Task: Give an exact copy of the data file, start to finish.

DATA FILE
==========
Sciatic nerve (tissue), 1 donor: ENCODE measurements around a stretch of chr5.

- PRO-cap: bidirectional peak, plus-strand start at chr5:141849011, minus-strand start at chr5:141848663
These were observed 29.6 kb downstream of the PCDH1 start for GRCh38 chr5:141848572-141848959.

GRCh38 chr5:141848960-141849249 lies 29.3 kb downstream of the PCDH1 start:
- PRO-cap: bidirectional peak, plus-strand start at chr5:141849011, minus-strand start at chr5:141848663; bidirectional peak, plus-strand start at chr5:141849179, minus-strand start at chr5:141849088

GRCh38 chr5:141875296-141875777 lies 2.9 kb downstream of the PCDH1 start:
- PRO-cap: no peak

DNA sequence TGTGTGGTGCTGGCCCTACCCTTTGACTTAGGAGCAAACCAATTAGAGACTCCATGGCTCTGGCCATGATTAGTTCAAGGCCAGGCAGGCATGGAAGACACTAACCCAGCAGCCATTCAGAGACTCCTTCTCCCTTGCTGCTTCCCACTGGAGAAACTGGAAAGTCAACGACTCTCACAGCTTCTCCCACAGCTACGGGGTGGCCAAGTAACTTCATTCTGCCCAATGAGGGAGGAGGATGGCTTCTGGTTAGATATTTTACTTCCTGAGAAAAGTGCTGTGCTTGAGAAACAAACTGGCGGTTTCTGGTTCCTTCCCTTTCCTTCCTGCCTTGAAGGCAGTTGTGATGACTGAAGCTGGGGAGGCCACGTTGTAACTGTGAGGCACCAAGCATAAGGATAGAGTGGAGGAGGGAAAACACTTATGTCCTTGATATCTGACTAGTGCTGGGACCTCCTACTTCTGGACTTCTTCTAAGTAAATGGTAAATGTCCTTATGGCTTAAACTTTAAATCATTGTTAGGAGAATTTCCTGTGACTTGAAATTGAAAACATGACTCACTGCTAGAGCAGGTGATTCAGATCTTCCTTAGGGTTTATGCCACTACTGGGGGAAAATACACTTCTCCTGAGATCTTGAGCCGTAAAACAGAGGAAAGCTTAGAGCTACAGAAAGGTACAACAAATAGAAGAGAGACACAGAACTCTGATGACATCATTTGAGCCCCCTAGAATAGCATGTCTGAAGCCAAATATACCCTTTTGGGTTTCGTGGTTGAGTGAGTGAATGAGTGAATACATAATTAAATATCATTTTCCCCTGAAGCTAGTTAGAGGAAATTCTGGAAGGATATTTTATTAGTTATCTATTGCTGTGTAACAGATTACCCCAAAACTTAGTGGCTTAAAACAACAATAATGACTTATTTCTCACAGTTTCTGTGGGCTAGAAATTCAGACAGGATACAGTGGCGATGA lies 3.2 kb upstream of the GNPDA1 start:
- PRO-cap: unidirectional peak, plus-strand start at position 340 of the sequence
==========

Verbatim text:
Sciatic nerve (tissue), 1 donor: ENCODE measurements around a stretch of chr5.

- PRO-cap: bidirectional peak, plus-strand start at chr5:141849011, minus-strand start at chr5:141848663
These were observed 29.6 kb downstream of the PCDH1 start for GRCh38 chr5:141848572-141848959.

GRCh38 chr5:141848960-141849249 lies 29.3 kb downstream of the PCDH1 start:
- PRO-cap: bidirectional peak, plus-strand start at chr5:141849011, minus-strand start at chr5:141848663; bidirectional peak, plus-strand start at chr5:141849179, minus-strand start at chr5:141849088

GRCh38 chr5:141875296-141875777 lies 2.9 kb downstream of the PCDH1 start:
- PRO-cap: no peak

DNA sequence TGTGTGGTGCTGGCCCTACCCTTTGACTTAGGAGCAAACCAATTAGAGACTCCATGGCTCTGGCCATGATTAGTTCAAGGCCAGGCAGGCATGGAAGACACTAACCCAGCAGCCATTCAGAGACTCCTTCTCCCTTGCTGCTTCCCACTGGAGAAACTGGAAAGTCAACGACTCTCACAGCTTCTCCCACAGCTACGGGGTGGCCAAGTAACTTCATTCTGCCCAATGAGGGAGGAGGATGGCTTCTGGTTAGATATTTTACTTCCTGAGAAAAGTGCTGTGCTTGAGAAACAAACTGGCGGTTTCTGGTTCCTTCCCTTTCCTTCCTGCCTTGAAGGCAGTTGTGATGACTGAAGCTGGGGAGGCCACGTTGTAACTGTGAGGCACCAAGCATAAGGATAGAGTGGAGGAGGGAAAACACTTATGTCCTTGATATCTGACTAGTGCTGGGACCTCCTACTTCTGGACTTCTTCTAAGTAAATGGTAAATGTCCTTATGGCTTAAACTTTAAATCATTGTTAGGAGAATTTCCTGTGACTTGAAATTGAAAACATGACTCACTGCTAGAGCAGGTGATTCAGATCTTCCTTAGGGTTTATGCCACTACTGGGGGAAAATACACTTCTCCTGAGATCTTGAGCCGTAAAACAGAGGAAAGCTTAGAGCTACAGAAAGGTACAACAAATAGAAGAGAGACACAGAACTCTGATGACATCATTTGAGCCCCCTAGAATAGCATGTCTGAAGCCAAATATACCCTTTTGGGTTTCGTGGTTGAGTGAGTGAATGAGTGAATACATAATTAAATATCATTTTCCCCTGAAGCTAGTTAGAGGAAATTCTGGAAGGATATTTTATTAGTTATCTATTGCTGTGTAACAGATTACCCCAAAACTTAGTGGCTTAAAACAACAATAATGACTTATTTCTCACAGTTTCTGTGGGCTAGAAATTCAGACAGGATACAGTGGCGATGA lies 3.2 kb upstream of the GNPDA1 start:
- PRO-cap: unidirectional peak, plus-strand start at position 340 of the sequence